Candidates’ Night 2017

October 19, 2017

See where candidates for Quincy city council stand on environmental issues

The Quincy Climate Action Network hosted a candidates’ night for open city council seats on October 19, 2017. All 12 candidates – six vying for three at-large positions and two contenders each for wards 1, 5 and 6 – attended. They answered QCAN members’ environmental questions, most of which had been sent to them ahead of time.

Click on the videos below to hear a representative answer from each of the at-large candidates:

Noel DiBona


Margaret Laforest


Nina Liang


Anne Mahoney


Daniel Raymondi


Steve Tougas


Click on the videos below to hear a soundbite from each of the ward candidates:

David McCarthy (Ward 1)


Joseph Murphy (Ward 1)


Kirsten Hughes (Ward 5)


Michael Hurley (Ward 5)


William Harris (Ward 6)


Herbert “Alie” Shaughnessy (Ward 6)


You can also compare and contrast candidates’ responses to a given question in the videos below.


What’s the most significant thing you’ve done – at home, at work, in government, or in the community – to help protect our fragile climate? Please name just one action, and if possible, quantify its results.

At-large candidates:

Why should a voter whose main concern is climate change choose you instead of your opponent?

Ward candidates:


If the city could take any action to combat climate change, not including things we are already doing, which action would get the most dramatic results in cost savings and/or greenhouse-gas reductions? What will you as a city councilor do to encourage Quincy to take this action?

At-large candidates:

Ward candidates:


Fifteen percent of Quincy residents recycle. What advantages would result from increasing our recycling rate, and how could the city make it happen?

At-large candidates:

Ward candidates:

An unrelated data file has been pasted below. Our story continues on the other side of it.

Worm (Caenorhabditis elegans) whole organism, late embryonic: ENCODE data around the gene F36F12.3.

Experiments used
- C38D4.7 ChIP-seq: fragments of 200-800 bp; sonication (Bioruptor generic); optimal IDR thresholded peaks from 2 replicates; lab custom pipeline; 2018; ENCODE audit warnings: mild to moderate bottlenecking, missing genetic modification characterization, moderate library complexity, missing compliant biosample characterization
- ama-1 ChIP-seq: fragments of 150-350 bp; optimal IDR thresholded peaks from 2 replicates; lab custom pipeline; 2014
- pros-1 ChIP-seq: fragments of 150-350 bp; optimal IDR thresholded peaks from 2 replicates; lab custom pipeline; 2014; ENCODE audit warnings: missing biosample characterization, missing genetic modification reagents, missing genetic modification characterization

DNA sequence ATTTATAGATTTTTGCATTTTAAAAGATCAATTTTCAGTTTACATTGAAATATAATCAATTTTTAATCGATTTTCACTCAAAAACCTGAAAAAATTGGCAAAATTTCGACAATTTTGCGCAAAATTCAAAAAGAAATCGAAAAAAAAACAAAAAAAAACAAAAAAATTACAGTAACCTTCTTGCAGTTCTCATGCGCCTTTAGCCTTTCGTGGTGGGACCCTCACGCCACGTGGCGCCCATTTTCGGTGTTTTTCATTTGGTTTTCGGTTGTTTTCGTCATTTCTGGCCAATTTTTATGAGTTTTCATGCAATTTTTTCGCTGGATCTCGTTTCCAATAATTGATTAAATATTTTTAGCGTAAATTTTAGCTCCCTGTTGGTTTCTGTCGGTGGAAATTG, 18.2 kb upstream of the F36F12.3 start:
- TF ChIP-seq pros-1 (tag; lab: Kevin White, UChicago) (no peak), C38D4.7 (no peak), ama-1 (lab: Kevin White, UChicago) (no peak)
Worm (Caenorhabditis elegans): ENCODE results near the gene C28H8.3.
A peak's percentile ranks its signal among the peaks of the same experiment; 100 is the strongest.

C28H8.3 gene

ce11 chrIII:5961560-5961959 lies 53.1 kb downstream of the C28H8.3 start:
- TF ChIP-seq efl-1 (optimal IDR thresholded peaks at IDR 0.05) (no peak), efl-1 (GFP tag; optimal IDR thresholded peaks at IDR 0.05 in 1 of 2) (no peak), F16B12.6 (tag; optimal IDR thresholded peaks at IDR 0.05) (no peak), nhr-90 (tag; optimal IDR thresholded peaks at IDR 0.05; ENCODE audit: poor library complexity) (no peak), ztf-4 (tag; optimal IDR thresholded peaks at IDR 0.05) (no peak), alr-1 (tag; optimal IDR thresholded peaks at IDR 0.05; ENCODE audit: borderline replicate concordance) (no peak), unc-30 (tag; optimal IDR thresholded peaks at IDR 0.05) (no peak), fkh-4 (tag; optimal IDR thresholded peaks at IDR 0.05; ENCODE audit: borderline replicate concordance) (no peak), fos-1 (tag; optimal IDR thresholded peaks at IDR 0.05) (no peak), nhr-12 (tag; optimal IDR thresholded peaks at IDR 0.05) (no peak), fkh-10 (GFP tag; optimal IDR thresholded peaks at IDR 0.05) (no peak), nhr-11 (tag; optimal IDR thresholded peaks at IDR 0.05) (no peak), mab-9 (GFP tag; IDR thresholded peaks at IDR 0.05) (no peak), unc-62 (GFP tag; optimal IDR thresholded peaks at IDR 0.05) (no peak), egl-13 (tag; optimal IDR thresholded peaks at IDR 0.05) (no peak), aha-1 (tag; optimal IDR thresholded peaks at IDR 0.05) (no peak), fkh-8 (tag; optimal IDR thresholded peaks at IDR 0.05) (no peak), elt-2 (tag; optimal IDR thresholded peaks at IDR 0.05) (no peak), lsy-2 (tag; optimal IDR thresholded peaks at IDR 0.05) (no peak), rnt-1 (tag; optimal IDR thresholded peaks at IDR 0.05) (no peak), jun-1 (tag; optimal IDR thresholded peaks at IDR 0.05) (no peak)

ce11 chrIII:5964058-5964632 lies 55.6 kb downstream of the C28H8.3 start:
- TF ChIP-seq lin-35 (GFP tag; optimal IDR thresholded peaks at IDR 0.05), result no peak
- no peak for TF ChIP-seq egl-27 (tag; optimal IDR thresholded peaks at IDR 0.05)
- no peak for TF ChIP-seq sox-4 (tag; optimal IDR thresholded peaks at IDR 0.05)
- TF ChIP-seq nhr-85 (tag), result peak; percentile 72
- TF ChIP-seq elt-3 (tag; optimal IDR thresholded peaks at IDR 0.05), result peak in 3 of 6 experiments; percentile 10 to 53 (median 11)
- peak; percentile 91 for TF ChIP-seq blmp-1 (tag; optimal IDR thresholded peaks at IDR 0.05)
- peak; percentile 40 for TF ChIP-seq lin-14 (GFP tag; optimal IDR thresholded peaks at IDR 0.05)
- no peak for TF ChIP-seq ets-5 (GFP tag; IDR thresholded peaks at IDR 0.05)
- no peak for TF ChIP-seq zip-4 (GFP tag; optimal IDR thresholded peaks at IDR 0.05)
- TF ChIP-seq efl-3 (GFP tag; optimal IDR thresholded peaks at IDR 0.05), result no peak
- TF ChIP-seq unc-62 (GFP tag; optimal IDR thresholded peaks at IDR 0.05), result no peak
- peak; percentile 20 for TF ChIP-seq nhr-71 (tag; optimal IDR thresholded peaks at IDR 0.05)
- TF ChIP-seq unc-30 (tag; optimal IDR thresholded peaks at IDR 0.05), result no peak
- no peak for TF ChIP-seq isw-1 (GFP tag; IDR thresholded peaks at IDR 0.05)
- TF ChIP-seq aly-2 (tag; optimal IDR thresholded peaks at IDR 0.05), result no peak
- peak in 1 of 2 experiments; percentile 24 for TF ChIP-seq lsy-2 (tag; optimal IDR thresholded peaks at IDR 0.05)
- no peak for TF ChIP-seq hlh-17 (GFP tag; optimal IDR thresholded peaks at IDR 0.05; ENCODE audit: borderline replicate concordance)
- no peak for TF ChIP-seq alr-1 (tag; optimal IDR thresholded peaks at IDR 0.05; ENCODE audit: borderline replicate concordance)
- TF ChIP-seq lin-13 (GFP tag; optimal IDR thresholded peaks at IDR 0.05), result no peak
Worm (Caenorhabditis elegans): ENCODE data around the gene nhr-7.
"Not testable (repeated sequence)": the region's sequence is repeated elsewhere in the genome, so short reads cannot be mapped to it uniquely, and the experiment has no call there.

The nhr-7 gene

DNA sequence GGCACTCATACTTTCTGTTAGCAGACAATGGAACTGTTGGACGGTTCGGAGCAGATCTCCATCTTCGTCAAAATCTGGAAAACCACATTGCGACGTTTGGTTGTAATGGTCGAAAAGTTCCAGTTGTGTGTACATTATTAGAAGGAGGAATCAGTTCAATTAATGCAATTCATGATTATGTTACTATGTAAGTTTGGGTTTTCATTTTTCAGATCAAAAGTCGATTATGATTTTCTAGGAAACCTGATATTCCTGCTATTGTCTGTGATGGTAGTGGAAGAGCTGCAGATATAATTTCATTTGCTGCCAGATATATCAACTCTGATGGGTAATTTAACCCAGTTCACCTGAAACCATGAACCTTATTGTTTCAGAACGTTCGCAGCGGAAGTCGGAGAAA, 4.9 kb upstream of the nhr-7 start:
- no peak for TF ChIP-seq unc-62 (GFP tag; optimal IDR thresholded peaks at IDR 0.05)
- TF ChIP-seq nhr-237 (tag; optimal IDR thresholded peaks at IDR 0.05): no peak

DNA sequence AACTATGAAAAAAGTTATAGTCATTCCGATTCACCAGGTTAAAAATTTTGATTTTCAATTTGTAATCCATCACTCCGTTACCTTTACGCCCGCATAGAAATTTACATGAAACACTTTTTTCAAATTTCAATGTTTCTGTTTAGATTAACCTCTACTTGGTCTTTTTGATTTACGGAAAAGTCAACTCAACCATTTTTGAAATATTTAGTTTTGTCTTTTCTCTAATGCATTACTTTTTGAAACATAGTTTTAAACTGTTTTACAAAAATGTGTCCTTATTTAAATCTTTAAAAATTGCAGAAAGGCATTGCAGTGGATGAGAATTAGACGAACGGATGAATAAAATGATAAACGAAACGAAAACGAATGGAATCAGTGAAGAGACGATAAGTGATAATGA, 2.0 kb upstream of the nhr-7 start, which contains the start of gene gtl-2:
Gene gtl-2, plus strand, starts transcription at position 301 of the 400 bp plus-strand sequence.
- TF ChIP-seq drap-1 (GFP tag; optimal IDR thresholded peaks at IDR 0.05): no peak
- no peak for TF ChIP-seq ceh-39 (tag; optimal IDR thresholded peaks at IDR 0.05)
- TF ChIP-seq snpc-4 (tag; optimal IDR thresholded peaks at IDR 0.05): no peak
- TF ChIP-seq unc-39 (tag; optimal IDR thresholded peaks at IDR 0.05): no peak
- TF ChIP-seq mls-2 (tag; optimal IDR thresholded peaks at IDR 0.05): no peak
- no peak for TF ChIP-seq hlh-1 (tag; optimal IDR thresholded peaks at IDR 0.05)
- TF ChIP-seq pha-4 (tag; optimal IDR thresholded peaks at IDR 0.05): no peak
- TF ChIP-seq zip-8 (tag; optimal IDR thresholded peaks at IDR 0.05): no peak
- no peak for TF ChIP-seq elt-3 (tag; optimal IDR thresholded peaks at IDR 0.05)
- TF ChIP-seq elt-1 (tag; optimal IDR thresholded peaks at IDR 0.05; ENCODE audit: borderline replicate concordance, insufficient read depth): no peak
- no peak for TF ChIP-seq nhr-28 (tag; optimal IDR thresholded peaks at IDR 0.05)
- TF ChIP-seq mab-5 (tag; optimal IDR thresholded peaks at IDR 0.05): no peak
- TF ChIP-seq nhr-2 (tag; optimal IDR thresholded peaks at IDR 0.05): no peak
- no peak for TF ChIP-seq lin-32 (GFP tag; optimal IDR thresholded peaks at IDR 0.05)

To increase our low recycling rate, the city is planning to give all residents standard-size trash and recycling carts. Would you sponsor a measure in the city council telling the city to add a third cart for food waste, which would then be sent out for composting, or composting bins for people’s yards? As you answer, keep in mind that composting would cost us less per ton than what we’re paying to burn our food waste, and t​h​at it would substantially reduce greenhouse gas emissions.

At-large candidates:


Let’s say the city government decided to increase knowledge of climate and energy use among Quincy residents. Name three or more city departments that should have a role in such a campaign, and specify what each of these departments would do to raise awareness.

At-large candidates:


Many local towns and cities are saving money and reducing greenhouse gas emissions by using electric vehicles in their city fleets. Weymouth, Braintree, and Scituate all use them. New Bedford has 24. The city council has asked Mayor Koch to explore using electric vehicles for Quincy’s fleet. What more would you do as a city councilor to assure that Quincy takes advantage of this opportunity?

Ward candidates:


Given the disasters in Houston, Florida and Puerto Rico, how can Quincy make sure it deals better with stronger hurricanes and floods?

At-large candidates:


What would be your target for renewable energy as a percentage of the city’s energy use? ​

At-large candidates:

Ward candidates:


Watch the introduction to the evening, by QCAN board chair David Reich, here:


And check out the full set of questions and answers here: